The Wrong Way to Use the 'China Menace'

Several days ago I invited a torrent of hostile email from readers in China and elsewhere by saying that I thought the notorious "Chinese Professor" ad was actually on the OK side of the race-baiting line, in that it presented the Chinese economy as a challenge and competitor to the U.S. without suggesting that the Chinese had done anything "unfair" or wrong.

Some other time I'll quote from, and try to answer, some of the irate responses I received.

For the moment, a sample of what I think is on the other side of the line. It's this ad from the Democratic Senatorial Campaign Committee, against Republican former Congressman Pat Toomey in Pennsylvania. As it happens, I hope that Democratic Rep. Joe Sestak beats Toomey in the race to succeed Arlen Specter in the Senate. But this ad is stupid and wrong:

The "smoking gun" quote against Toomey, his having once said "It's great that China is modernizing and growing" -- where do I start? Maybe here and here. It would be worse for the U.S. if China were stagnating and stewing. There are problems from a prospering China, sure. But the problems from a billion people unhappily moving backward would be worse.

Yes, I realize that 95% of the ads running now are stupid, wrong, misleading, and desire-to-emigrate inducing. I mention this one because it's a useful bookend to the "professor" ad mentioned earlier. (And, from what I can tell, it really is a DSSC product. It's listed on the committee's YouTube channel. Hey, what happened to these anonymous contributions we've heard so much about?)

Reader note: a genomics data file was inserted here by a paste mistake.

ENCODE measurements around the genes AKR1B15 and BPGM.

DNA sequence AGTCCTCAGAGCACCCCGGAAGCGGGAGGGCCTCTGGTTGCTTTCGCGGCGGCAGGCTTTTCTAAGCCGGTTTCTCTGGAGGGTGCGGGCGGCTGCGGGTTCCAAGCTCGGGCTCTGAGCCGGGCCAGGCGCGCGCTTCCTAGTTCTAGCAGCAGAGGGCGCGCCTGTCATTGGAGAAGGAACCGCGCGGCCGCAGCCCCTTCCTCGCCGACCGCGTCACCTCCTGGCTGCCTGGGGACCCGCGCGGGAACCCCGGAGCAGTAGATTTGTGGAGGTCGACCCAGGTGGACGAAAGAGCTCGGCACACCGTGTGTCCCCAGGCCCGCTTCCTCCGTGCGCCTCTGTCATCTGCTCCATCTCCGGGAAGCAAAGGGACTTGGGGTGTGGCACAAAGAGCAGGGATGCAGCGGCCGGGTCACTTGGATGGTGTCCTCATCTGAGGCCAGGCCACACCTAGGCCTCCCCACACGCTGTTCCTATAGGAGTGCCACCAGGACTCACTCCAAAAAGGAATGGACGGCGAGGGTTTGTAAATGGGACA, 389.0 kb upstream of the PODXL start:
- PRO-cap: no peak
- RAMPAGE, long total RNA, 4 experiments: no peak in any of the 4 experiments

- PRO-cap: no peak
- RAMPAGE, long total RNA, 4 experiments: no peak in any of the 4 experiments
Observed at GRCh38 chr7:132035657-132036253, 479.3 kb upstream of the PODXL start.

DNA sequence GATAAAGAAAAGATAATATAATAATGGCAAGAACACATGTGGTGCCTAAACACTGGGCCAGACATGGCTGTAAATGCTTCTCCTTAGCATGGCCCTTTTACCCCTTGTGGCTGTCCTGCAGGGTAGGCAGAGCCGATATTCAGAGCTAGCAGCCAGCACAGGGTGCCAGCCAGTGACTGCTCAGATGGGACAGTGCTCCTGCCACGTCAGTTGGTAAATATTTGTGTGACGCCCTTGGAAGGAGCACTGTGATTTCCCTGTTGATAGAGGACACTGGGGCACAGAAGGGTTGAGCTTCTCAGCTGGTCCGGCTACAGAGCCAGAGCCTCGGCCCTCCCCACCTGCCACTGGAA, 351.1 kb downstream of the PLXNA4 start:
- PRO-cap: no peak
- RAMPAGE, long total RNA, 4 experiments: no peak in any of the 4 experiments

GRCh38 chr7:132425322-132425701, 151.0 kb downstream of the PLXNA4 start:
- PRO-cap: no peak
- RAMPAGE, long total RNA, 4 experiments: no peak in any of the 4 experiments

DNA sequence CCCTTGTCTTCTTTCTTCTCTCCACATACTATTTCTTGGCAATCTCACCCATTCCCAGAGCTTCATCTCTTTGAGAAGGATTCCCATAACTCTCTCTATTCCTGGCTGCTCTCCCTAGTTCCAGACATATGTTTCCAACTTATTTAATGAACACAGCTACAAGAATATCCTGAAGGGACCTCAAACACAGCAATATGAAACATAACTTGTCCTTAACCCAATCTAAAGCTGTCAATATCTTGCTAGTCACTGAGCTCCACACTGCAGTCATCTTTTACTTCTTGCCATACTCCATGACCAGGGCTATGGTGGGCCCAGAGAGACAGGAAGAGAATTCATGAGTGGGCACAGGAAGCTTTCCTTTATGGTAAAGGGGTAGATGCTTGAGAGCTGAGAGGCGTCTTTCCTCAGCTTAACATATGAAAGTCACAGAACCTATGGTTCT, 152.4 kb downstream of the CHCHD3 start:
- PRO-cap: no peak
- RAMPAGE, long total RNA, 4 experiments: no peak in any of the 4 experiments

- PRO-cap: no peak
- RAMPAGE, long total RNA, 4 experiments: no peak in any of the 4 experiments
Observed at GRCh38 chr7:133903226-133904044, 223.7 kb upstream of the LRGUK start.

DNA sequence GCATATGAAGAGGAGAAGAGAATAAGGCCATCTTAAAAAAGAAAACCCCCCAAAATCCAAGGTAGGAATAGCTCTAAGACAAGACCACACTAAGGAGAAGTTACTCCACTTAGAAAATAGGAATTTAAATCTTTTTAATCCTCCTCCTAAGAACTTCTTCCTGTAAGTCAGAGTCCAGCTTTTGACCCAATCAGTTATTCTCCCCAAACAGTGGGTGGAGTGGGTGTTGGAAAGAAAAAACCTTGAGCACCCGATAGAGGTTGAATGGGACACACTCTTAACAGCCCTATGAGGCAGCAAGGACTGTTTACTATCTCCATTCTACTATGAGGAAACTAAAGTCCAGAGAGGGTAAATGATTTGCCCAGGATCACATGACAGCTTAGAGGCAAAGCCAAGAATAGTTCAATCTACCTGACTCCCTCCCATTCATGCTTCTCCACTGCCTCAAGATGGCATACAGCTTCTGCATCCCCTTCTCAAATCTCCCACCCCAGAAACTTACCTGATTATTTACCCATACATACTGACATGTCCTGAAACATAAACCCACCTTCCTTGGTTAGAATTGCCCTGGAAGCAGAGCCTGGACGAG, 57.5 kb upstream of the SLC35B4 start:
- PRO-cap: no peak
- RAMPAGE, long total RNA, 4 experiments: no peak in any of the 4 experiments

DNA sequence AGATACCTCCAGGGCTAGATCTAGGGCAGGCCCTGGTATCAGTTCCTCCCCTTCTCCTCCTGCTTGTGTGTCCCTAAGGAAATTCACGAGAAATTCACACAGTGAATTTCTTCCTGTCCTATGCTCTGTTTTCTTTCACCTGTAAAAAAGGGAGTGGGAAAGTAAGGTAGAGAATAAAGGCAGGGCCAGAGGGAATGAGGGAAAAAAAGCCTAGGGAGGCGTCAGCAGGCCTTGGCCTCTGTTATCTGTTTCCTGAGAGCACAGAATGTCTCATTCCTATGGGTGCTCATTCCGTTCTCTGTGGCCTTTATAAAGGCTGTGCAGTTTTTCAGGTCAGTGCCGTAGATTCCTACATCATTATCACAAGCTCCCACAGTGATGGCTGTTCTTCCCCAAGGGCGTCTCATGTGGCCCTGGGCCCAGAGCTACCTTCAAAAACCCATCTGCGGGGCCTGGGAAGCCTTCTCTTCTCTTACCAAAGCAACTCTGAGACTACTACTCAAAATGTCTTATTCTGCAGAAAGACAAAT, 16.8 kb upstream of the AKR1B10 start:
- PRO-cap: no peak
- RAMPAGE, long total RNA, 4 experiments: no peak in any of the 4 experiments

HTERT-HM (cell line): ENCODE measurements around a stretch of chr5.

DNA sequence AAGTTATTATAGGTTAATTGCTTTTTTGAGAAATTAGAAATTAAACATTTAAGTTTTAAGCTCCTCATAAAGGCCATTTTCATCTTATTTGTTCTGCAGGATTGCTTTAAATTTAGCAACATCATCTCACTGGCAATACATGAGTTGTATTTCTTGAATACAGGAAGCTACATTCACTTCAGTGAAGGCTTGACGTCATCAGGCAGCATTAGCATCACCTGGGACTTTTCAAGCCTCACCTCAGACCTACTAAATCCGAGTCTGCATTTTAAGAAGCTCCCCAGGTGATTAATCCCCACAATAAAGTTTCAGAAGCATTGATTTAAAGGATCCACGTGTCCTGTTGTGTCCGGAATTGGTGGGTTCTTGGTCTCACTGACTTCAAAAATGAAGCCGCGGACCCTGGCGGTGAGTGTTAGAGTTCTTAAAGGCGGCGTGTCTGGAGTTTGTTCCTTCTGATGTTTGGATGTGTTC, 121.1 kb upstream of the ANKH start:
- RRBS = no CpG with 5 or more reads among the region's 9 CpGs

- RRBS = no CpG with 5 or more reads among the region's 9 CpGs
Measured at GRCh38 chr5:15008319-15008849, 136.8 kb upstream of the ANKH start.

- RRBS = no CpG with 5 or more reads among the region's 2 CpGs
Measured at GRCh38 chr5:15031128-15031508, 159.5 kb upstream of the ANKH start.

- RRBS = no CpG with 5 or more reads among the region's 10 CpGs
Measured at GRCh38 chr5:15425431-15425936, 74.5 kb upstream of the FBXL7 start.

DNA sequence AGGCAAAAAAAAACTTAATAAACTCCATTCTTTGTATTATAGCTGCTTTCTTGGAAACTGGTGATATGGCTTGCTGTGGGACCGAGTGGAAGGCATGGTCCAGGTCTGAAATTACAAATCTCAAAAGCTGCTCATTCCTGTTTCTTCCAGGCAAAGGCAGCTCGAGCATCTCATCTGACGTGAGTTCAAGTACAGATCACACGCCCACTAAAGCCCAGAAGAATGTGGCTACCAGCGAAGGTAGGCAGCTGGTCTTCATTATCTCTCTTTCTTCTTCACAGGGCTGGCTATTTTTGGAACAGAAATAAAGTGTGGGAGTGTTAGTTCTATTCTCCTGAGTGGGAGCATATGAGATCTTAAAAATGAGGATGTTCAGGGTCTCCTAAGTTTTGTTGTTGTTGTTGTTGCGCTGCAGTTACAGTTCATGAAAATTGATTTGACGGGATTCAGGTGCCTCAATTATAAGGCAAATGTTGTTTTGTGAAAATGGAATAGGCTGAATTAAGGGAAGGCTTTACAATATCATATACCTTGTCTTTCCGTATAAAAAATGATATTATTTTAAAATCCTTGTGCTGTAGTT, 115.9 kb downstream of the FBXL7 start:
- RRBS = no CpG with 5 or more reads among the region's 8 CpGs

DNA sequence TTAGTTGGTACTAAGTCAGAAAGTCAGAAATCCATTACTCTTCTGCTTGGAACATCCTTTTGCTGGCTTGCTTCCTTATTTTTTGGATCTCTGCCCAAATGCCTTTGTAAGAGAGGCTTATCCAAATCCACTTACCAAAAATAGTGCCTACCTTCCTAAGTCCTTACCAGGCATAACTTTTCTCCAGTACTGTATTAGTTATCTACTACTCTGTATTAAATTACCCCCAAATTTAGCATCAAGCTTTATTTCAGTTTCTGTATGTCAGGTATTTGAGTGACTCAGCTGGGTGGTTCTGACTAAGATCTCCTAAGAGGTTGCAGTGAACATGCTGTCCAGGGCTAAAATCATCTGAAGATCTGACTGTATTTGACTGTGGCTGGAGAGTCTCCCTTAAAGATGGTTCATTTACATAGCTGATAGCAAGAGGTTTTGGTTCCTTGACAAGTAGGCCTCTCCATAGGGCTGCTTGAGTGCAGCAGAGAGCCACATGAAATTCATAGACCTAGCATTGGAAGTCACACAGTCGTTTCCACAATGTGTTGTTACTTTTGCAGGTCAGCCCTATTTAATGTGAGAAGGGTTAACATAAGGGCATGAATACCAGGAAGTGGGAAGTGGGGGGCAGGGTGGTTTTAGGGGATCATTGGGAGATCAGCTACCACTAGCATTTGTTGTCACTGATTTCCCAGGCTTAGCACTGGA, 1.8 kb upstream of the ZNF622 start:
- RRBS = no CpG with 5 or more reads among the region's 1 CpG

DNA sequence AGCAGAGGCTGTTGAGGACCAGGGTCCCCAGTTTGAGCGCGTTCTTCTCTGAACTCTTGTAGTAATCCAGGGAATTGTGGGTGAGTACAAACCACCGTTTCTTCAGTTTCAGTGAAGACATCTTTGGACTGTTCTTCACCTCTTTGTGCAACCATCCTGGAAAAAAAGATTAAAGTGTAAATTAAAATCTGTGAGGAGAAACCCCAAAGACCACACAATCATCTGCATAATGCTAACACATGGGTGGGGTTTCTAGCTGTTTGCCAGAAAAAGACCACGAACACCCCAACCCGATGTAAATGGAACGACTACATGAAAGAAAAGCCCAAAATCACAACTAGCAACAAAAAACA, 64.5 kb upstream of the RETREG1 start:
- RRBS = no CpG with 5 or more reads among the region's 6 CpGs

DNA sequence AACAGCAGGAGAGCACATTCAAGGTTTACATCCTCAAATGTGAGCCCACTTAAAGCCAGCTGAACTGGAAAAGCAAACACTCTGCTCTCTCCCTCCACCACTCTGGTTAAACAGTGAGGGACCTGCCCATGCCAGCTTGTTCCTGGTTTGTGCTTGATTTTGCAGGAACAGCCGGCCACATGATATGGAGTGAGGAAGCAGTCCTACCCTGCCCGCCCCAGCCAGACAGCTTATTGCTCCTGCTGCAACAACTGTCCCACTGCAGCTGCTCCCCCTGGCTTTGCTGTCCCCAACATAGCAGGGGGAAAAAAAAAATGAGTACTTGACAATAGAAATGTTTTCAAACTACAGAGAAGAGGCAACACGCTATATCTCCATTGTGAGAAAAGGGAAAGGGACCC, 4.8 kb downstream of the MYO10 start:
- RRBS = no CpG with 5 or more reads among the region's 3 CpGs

So, good luck Sestak. But I hope this ad doesn't make the difference.

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James Fallows is a national correspondent for The Atlantic and has written for the magazine since the late 1970s. He has reported extensively from outside the United States and once worked as President Carter's chief speechwriter. His latest book is China Airborne. More

James Fallows is based in Washington as a national correspondent for The Atlantic. He has worked for the magazine for nearly 30 years and in that time has also lived in Seattle, Berkeley, Austin, Tokyo, Kuala Lumpur, Shanghai, and Beijing. He was raised in Redlands, California, received his undergraduate degree in American history and literature from Harvard, and received a graduate degree in economics from Oxford as a Rhodes scholar. In addition to working for The Atlantic, he has spent two years as chief White House speechwriter for Jimmy Carter, two years as the editor of US News & World Report, and six months as a program designer at Microsoft. He is an instrument-rated private pilot. He is also now the chair in U.S. media at the U.S. Studies Centre at the University of Sydney, in Australia.

Fallows has been a finalist for the National Magazine Award five times and has won once; he has also won the American Book Award for nonfiction and a N.Y. Emmy award for the documentary series Doing Business in China. He was the founding chairman of the New America Foundation. His recent books Blind Into Baghdad (2006) and Postcards From Tomorrow Square (2009) are based on his writings for The Atlantic. His latest book is China Airborne. He is married to Deborah Fallows, author of the recent book Dreaming in Chinese. They have two married sons.

Fallows welcomes and frequently quotes from reader mail sent via the "Email" button below. Unless you specify otherwise, we consider any incoming mail available for possible quotation -- but not with the sender's real name unless you explicitly state that it may be used. If you are wondering why Fallows does not use a "Comments" field below his posts, please see previous explanations here and here.


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